Monday, 22 November 2010

Shrinking Dysnomia

In my last post, I teased Dysnomia running on Windows Phone 7. It's an interesting challenge, shrinking the game down to run on the phone. I did a lot of optimization on the 360 version, mostly around garbage collection and memory management while the gameplay was running.

What I did not optimize at all was RAM usage. I chose to load all game assets up-front, even before the title screen appeared. For the 360, the amount of overall RAM used was trivial, and the load times were fast. I loaded all animation spritesheets, all sounds, all music and all popup screen content before the first level was started.

The only items I chose to load per-level were the tilesheets, as they were by far the largest textures used in the game, and I needed to be able to free up the RAM they used between levels.

On the phone however, the RAM usage story is completely different. Microsoft recommends that an application shall not exceed 90mb of total RAM usage, that is to say peak usage. It's a simple matter to check how much memory your app is using:

var curuse = (long)DeviceExtendedProperties.GetValue("ApplicationCurrentMemoryUsage");
var memuse = (long)DeviceExtendedProperties.GetValue("ApplicationPeakMemoryUsage");
var maxmem = (long)DeviceExtendedProperties.GetValue("DeviceTotalMemory");
curuse /= 1024 * 1024;
memuse /= 1024 * 1024;
maxmem /= 1024 * 1024;

Will return current memory usage, peak memory usage, and total RAM available (in MB) respectively.


So when I hooked up a debug method to output the RAM usage to the screen, I discovered that Dysnomia was using 190MB at peak (with the map screen open), and 170MB during normal gameplay. That's twice the usage limit for passing app certification!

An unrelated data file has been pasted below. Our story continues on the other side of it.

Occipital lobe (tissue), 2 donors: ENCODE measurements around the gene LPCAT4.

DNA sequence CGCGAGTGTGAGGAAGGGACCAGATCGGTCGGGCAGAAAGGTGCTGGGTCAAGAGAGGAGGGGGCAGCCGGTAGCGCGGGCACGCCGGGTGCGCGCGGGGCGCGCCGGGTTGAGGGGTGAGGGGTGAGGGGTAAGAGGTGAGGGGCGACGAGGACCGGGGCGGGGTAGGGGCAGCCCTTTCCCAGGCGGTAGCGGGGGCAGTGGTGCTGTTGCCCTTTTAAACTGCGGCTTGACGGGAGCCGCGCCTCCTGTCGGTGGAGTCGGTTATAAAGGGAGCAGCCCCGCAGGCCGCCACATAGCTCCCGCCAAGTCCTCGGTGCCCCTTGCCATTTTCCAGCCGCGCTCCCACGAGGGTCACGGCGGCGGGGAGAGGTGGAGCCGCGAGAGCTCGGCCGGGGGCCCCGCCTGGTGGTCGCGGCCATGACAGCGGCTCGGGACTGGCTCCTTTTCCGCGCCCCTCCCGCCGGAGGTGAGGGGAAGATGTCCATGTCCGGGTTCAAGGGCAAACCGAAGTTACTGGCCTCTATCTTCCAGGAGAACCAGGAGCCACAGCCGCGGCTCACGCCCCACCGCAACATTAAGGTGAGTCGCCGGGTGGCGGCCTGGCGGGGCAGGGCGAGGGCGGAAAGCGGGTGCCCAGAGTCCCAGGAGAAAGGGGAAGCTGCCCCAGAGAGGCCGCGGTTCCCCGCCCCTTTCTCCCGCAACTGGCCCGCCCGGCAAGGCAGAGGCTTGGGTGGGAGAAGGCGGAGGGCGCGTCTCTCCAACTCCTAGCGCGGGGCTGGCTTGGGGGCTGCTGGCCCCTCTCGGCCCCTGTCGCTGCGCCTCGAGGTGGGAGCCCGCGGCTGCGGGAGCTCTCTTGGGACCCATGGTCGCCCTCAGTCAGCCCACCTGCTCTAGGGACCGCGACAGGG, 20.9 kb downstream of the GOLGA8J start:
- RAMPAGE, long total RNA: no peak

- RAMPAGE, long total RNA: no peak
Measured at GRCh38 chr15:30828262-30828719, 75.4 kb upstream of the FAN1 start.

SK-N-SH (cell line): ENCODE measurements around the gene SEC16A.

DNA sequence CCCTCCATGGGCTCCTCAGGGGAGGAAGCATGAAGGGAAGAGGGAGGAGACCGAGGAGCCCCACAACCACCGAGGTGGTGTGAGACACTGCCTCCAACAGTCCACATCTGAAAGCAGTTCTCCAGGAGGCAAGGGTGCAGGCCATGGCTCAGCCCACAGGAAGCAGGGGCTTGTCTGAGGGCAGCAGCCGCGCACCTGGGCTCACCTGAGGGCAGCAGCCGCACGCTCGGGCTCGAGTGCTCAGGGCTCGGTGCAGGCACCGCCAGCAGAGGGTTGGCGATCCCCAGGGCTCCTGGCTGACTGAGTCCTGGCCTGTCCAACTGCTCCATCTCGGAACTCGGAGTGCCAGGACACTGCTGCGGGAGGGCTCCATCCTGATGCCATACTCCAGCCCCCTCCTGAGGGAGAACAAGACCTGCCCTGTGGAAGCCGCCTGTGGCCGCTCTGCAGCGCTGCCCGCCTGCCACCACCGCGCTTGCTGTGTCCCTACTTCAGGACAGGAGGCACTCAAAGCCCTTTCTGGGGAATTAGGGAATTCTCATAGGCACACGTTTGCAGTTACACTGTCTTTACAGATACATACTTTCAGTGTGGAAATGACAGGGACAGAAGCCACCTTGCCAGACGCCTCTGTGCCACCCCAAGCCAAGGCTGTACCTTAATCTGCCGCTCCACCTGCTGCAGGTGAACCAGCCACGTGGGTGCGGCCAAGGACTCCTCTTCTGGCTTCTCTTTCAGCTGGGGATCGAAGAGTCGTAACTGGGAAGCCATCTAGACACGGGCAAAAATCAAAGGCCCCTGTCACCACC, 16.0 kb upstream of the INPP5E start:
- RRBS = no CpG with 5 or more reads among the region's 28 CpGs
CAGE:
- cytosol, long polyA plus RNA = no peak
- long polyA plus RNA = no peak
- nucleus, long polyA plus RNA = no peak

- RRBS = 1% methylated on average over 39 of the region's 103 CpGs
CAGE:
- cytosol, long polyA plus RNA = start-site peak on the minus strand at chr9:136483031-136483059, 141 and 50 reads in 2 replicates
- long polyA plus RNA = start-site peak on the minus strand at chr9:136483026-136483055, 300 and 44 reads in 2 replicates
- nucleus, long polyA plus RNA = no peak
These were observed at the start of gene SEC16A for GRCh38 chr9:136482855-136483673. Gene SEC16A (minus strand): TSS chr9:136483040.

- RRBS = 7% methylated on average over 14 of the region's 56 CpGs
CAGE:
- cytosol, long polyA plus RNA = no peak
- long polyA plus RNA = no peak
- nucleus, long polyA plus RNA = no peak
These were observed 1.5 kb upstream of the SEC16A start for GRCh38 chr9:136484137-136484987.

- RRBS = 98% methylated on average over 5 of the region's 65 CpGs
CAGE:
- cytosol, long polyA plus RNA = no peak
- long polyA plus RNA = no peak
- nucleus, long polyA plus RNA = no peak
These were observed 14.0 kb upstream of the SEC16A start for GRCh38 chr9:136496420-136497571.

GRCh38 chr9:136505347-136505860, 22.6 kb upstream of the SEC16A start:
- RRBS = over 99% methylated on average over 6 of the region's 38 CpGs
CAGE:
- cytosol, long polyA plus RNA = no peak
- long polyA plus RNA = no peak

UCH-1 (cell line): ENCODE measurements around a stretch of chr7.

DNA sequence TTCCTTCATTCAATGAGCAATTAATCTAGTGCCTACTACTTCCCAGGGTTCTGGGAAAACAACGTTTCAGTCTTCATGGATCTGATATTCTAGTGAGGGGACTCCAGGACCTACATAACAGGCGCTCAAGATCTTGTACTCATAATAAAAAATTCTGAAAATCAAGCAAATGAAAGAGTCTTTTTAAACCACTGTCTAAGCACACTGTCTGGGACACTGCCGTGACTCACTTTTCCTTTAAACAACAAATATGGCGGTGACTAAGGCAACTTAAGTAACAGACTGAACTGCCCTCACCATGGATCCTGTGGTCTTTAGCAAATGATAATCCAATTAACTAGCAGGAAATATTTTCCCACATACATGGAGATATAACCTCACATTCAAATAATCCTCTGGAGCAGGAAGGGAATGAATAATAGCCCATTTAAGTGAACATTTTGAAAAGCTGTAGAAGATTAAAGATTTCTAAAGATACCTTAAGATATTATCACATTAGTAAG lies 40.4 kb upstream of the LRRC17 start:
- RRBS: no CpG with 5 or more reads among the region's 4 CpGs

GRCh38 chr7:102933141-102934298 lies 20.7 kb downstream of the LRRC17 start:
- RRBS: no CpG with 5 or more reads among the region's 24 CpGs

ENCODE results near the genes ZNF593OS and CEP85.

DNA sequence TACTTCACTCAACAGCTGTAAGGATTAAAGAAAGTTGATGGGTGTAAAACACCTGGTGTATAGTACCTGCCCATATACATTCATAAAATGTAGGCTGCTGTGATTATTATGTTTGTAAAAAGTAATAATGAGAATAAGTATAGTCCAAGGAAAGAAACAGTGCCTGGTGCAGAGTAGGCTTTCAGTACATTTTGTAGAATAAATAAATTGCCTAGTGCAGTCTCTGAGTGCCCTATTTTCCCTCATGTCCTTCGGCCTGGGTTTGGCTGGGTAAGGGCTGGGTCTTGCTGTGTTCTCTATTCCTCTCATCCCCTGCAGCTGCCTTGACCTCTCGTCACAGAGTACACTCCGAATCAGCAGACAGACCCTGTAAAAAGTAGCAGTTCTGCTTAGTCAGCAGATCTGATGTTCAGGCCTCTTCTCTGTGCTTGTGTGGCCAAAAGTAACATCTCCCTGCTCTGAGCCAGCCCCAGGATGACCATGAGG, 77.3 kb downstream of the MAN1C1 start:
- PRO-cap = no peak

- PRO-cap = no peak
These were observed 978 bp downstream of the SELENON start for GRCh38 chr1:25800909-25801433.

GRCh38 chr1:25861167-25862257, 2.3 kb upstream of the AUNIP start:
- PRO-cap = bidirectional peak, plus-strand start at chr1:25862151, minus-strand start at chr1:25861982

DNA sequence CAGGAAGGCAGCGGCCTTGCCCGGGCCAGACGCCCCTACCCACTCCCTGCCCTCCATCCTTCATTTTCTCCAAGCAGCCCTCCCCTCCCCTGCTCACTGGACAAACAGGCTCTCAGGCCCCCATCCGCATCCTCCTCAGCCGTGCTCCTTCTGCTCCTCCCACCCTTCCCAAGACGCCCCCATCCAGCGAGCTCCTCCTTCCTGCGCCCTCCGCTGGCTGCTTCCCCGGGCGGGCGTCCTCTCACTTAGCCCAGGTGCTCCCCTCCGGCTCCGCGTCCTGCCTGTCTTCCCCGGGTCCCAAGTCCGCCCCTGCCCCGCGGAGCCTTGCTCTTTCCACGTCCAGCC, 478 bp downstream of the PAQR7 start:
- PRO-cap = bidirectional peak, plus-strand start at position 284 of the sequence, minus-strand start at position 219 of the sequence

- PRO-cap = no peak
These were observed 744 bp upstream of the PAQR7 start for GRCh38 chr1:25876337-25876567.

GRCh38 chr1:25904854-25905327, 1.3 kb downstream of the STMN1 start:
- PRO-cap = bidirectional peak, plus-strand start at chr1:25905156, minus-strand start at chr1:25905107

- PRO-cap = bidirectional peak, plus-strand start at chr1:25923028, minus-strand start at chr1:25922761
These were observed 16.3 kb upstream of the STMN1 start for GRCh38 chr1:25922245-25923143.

I began by simply cutting down on front-loaded assets. Later on, I'll implement per-level loading of required spritesheets, but for now I've simply eliminated loading of everything not needed for the first level. That alone got me down to around 110MB peak usage.

Next up, I began resizing all of the sprite and tilesheet textures. An across-the-board resize of 75% got me down to around 80MB peak. Several larger spritesheets could be downsized even further. Next up, I stopped loading variations of HUD and player sprites for different player colour options and for player two, as there will be only one player on the phone.

After all that, I'm currently down to 75MB in-game, and 80MB or so on the map screen. I'm still investigating further reductions, including using DXT compression for spritesheets. My target is 65MB in-game usage before reinstating sound effects and boss fights, which will require a good 10-15MB of RAM per level on top of what's used already.

I'm not going to officially confirm Dysnomia for WP7 until I'm sure I can make it work, but so far I'm impressed with the virtual sticks (emulating left/right thumbsticks via the touchscreen) I've implemented, so I'm sure it will control quite nicely if I can just get everything squeezed into RAM.

Game 4

Can't wrap up this post without a quick update on Game 4. I've resumed work on the next Team Mango game, working on it alongside Dysnomia for WP7 and Run! for XBLIG. It's an RPG, and the next job I needed to complete was getting an enemy manager up and running. The manager controls all of the enemies loaded on a map, including their spawn points.

As the game is based upon my XNA Tile Engine solution, I'm using the Tiled editor to lay out the area maps. To depict enemy spawns, I'm using an Object layer. The screenshot below shows a typical map layout with spawns. Each rectangle represents one enemy's patrol area, with the spawn point in the center. When the enemy is loaded, a point within its rectangle is chosen at random, and the enemy begins to move toward that point. When it reaches its destination (or collides with a wall), it chooses a new destination point from within its rectangle.



And the result, Squirrels!

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